What happened with the WannaCry ransomware, as drastic as the effects were, was but a warning shot to plant operators and systems integrators: The worldwide cyberattack is estimated to have affected more than 10000 organizations and some 200000 computers across 150 countries. Especially troubling to IT and security experts is that the crypto worm used a known exploit that could have been closed with patches. However, many organizations had not applied them or were running legacy systems that could no longer be patched.
A serious reminder of a serious issue
WannaCry is just one example of a growing number of cyberattacks – and while malware that specifically targets industrial control systems is still rare, automation and control systems are already more networked with general IT systems than many plant operators realize. Having good, regular and secure backups, using appropriate software, implementing good cybersecurity including isolating critical systems, and always having the latest security patches installed should be a given.
In its whitepaper on cybersecurity, the ARC Advisory Group lists several barriers to improving cybersecurity in industrial environments. They include increasingly open industrial automation, insufficient awareness among end-user management, increased use of commercial off-the-shelf IT solutions, inadequately trained staff, and misconceptions concerning the cybersecurity life cycle.
ARC believes organizations are reluctant to act on potential threats and to adopt security planning and implementation because the task appears too daunting. Furthermore, in the customized control environment of an industrial site, it is difficult to predict how a newly introduced patch will impact the functioning of the control system, especially if the patch is not tested rigorously.
Industrial security as specified in recent guidelines, such as the IEC 62443, should therefore be treated as a life cycle concern consisting of five phases: product or system development, specification, integration & commissioning, operations & maintenance, and decommissioning.
The phases require clear accountability and coordinated communication between different roles and stakeholders such as system integrators, product suppliers and asset owners.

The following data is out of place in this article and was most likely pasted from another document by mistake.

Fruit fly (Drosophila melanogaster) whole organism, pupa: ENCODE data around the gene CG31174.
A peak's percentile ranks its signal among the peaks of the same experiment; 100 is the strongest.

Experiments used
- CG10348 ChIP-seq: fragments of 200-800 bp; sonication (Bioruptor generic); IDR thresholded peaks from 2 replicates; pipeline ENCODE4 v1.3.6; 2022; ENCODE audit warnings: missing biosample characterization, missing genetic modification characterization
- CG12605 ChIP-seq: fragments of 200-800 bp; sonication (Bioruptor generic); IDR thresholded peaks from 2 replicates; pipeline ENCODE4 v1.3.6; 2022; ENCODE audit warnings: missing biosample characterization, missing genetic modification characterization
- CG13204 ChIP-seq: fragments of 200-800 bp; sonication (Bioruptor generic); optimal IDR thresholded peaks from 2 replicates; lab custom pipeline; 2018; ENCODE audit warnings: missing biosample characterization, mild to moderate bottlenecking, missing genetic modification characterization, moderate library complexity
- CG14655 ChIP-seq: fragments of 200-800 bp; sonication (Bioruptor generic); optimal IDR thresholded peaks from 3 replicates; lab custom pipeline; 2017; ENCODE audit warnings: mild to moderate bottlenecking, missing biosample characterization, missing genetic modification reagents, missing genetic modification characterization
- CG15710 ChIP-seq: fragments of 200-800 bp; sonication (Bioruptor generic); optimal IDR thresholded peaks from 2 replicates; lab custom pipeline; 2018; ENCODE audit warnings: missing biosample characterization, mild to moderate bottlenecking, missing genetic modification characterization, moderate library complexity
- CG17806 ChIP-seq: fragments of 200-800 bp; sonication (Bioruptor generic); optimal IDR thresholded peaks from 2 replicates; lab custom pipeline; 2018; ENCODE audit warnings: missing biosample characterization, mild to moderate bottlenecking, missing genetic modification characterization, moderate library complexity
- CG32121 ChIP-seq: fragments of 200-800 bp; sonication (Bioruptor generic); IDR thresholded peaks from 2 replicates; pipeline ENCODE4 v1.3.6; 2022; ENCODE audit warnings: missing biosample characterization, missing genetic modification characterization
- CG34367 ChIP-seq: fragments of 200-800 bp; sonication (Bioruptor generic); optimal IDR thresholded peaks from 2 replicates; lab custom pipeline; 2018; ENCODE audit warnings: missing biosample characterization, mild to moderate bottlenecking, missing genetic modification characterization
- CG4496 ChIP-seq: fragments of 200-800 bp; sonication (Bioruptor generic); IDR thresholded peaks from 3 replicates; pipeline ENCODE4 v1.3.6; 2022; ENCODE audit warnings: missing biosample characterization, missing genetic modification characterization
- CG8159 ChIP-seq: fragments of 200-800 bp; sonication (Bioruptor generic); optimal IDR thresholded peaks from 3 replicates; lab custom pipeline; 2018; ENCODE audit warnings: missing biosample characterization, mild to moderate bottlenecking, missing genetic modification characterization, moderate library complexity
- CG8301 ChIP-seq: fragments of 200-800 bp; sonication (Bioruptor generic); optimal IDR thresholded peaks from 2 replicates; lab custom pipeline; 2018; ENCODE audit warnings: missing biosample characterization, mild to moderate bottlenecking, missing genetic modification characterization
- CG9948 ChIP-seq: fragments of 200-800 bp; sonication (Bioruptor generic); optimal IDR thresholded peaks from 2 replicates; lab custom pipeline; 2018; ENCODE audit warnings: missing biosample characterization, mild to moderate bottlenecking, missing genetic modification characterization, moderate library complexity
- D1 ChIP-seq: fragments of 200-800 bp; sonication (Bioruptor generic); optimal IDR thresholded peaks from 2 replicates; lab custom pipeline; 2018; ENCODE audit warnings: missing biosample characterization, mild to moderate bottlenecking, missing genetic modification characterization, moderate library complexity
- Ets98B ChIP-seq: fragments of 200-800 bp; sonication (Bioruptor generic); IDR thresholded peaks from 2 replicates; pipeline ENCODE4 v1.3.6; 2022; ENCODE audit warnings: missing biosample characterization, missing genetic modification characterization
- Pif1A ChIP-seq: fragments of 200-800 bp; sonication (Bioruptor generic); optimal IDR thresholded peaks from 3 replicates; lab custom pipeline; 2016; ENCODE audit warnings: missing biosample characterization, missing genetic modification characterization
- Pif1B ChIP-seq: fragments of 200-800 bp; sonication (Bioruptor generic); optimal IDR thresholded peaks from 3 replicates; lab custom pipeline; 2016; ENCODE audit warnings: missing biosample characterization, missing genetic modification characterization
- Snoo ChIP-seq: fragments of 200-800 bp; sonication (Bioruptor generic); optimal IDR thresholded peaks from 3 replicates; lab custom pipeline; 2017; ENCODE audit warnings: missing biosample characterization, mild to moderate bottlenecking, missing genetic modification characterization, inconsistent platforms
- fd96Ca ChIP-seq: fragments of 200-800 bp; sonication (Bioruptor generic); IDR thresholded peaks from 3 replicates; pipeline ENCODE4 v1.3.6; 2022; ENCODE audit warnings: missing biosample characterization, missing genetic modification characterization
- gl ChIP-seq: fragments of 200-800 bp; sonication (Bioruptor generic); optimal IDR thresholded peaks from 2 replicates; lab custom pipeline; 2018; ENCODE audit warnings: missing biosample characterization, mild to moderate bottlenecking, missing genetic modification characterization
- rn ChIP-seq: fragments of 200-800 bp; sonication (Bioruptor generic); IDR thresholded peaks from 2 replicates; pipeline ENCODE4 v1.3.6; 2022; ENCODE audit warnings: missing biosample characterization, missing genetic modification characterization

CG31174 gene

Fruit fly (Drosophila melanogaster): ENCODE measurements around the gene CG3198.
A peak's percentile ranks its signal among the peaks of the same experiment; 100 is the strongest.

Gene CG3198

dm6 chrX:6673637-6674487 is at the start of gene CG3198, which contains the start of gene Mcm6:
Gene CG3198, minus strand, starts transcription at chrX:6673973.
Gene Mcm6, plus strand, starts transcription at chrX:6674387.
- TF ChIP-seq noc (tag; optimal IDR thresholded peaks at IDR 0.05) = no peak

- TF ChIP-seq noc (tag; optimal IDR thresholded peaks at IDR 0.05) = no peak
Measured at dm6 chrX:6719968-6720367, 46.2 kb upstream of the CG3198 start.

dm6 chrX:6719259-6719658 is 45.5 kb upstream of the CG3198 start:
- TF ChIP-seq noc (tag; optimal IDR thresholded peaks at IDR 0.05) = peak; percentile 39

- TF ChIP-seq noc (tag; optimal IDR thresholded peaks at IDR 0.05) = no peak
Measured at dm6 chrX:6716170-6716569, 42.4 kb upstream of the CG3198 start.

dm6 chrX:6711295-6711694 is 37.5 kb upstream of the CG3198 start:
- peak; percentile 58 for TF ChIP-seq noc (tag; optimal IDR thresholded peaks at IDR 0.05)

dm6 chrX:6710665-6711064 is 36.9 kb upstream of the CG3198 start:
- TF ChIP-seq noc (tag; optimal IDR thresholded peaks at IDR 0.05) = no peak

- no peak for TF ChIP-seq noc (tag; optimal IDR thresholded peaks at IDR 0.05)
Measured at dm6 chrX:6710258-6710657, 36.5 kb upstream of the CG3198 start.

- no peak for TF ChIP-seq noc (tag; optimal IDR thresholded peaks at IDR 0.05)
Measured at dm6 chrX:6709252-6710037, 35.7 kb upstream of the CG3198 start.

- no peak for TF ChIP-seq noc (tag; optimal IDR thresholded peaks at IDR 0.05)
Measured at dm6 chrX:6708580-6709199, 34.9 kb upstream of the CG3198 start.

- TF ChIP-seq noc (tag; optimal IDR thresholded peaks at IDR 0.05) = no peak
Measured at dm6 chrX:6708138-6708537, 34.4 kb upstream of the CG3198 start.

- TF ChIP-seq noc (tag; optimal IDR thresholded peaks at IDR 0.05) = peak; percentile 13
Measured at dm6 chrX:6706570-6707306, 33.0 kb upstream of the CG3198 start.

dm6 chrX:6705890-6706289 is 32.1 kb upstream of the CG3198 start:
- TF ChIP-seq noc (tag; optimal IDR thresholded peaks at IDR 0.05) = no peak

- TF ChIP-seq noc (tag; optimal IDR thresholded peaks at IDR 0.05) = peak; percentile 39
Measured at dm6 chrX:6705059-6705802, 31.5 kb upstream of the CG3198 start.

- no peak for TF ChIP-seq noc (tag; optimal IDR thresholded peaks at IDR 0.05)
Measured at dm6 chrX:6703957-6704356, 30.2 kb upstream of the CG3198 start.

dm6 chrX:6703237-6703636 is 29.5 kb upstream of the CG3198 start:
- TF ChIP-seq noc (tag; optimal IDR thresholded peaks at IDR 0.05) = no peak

A blueprint for securing assets and systems
A defense-in-depth security approach covering a heterogeneous and broad range of security topics – including network security, user authentication, secure configuration and the hardening of operating system, logging, encryption, and secure channels – is required. Technical solutions and tools are available, but project teams often lack the time and expertise to choose a suitable solution for each security topic. Hence, a common pitfall is to focus on some topics in detail while overlooking others.
In November 2018, Siemens became the first company in the world to gain TÜV certification for the secure system integration of process automation and drives systems in compliance with the international IEC 62443-2-4 standards. Based on this standard, Siemens has developed several blueprints for automation and control systems engineering to facilitate security engineering and eliminate potential security weak spots. These blueprints provide guidance in the form of references to specific resources and make sure that the engineering project produces all security documents. For example, the Siemens minerals solution blueprints for conventional mill drives and gearless mill drives have been developed according to these blueprints.
In the end, designs that fulfill IEC 62443 simplify information exchanges between stakeholders and deliver a complete set of documents for acceptance tests and the security solution certification.
Security through expertise
The development of the secure framework and the secure project blueprints was driven by Siemens’ own experience. Key areas of importance include helping the asset owner identify critical assets and specify suitable protection goals; supporting the security life cycle process through an efficient threat and risk analysis; implementing efficient and effective testing and compiling; and providing the required documentation.
Particularly in large projects where security affects different disciplines – such as network, software applications and firmware – the framework establishes a common language for engineers to work together on security. On an organizational level, the framework also facilitates the communication between units that develop components and those that work as system integrators and on service.
The security framework combines the expertise of Siemens security engineers and incorporates them into a reproducible process that yields reproducible results – thus mitigating project risks. As the blueprints are based on a comprehensive Simatic PCS 7 security standard, the secure solution can be easily designed to cover all required assets and security levels. Plant operators benefit by having a security solution engineered for their specific requirements that is ready for certification according to IEC 62443. During plant operation, the security documents support system maintenance.
As cyberthreats become more frequent and more creative, industry players are developing and deploying more sophisticated cybersecurity systems and procedures to meet ever-changing requirements. Supported by their own specialist organizations, a global network of experts for automation and cybersecurity monitors current and developing threats, analyses solutions for weaknesses, and develops suitable measures, thus making sure that their control and automation solutions are and continue to be secure by design.